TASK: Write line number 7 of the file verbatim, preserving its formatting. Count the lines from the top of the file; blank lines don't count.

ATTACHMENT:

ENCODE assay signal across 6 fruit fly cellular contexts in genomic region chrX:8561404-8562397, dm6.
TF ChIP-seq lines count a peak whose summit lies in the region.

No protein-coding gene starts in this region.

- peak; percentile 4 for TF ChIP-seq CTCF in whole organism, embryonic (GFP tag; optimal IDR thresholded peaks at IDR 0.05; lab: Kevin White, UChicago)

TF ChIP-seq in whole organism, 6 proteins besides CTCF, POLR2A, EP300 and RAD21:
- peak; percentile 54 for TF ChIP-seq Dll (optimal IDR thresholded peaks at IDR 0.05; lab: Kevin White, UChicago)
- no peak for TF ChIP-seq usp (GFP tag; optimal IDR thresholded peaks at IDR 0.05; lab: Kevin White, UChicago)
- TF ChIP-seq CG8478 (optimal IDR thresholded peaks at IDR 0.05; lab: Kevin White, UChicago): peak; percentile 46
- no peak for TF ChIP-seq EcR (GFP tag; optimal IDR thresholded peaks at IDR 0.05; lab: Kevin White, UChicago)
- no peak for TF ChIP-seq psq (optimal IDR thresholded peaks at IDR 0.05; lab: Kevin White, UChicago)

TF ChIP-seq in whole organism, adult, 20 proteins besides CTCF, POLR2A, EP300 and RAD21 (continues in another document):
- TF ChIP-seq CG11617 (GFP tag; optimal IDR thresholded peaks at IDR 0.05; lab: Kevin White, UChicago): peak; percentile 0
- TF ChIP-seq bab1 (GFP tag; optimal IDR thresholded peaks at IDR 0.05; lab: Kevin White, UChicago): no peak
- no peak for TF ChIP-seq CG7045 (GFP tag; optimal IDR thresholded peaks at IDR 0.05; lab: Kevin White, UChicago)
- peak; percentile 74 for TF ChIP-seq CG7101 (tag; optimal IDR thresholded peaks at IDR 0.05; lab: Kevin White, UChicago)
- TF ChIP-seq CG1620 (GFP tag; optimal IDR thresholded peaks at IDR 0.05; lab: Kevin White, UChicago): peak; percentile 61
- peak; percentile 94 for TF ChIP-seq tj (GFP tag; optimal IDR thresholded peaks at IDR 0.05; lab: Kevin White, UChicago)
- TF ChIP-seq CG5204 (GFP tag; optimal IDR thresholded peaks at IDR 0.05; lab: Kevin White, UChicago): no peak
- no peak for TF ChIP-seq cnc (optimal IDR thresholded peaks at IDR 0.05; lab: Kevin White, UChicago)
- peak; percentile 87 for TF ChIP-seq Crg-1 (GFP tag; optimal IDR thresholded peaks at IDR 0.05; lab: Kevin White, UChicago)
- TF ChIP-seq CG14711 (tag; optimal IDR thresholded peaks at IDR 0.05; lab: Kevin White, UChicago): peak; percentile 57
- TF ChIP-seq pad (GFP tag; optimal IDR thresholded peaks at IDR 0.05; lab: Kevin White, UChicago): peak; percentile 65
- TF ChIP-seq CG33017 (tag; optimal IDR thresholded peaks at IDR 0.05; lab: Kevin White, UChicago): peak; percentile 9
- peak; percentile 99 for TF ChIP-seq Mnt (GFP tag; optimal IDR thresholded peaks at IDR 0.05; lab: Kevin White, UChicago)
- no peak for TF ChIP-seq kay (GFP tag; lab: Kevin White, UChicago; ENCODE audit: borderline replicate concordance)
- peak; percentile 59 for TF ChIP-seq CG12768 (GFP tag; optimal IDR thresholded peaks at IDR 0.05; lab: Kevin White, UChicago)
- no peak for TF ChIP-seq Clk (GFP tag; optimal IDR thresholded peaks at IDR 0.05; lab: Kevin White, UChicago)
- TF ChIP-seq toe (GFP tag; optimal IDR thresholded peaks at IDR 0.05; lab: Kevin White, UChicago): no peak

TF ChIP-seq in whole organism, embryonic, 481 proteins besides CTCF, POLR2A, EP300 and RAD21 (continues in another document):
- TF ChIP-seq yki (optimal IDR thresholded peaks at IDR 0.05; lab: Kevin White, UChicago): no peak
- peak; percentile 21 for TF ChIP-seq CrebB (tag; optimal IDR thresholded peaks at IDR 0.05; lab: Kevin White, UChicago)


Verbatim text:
- no peak for TF ChIP-seq usp (GFP tag; optimal IDR thresholded peaks at IDR 0.05; lab: Kevin White, UChicago)